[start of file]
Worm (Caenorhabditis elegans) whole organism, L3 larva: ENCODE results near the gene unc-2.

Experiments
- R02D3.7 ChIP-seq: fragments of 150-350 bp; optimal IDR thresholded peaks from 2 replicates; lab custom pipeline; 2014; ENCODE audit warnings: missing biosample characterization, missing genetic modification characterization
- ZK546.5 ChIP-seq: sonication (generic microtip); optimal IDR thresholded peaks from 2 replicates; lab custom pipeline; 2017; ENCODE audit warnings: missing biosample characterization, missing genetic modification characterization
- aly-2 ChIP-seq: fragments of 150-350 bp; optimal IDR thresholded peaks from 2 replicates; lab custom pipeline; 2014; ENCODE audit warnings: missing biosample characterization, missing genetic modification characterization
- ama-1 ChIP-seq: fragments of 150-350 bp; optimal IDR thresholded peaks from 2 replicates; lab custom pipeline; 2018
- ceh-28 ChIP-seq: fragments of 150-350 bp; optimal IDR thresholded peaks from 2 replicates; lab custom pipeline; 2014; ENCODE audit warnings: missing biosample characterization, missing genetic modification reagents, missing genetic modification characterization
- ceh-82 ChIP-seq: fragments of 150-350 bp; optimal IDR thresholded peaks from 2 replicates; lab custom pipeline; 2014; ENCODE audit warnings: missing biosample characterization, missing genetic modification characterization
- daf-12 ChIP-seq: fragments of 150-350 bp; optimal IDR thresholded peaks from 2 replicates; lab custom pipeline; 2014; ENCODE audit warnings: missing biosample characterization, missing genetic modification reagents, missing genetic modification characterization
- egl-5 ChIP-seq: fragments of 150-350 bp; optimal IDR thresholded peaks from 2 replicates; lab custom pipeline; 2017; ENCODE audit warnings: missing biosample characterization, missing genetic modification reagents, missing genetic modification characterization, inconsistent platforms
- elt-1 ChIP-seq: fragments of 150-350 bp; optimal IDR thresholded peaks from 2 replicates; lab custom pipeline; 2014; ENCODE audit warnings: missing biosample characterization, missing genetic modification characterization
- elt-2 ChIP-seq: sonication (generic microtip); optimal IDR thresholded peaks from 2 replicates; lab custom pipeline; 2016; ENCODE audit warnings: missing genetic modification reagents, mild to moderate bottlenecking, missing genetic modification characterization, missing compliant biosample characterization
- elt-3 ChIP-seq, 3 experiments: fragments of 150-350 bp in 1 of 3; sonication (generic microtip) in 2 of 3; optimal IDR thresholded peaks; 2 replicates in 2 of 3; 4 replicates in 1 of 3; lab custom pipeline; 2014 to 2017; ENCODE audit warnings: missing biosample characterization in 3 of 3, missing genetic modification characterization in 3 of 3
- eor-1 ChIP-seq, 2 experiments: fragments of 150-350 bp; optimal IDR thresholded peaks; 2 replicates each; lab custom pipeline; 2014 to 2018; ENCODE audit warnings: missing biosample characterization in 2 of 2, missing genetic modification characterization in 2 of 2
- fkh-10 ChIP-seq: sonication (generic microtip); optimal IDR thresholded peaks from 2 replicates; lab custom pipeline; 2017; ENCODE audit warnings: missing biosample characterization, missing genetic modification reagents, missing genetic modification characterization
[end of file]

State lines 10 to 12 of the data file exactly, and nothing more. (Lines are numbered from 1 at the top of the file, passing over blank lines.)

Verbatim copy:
- egl-5 ChIP-seq: fragments of 150-350 bp; optimal IDR thresholded peaks from 2 replicates; lab custom pipeline; 2017; ENCODE audit warnings: missing biosample characterization, missing genetic modification reagents, missing genetic modification characterization, inconsistent platforms
- elt-1 ChIP-seq: fragments of 150-350 bp; optimal IDR thresholded peaks from 2 replicates; lab custom pipeline; 2014; ENCODE audit warnings: missing biosample characterization, missing genetic modification characterization
- elt-2 ChIP-seq: sonication (generic microtip); optimal IDR thresholded peaks from 2 replicates; lab custom pipeline; 2016; ENCODE audit warnings: missing genetic modification reagents, mild to moderate bottlenecking, missing genetic modification characterization, missing compliant biosample characterization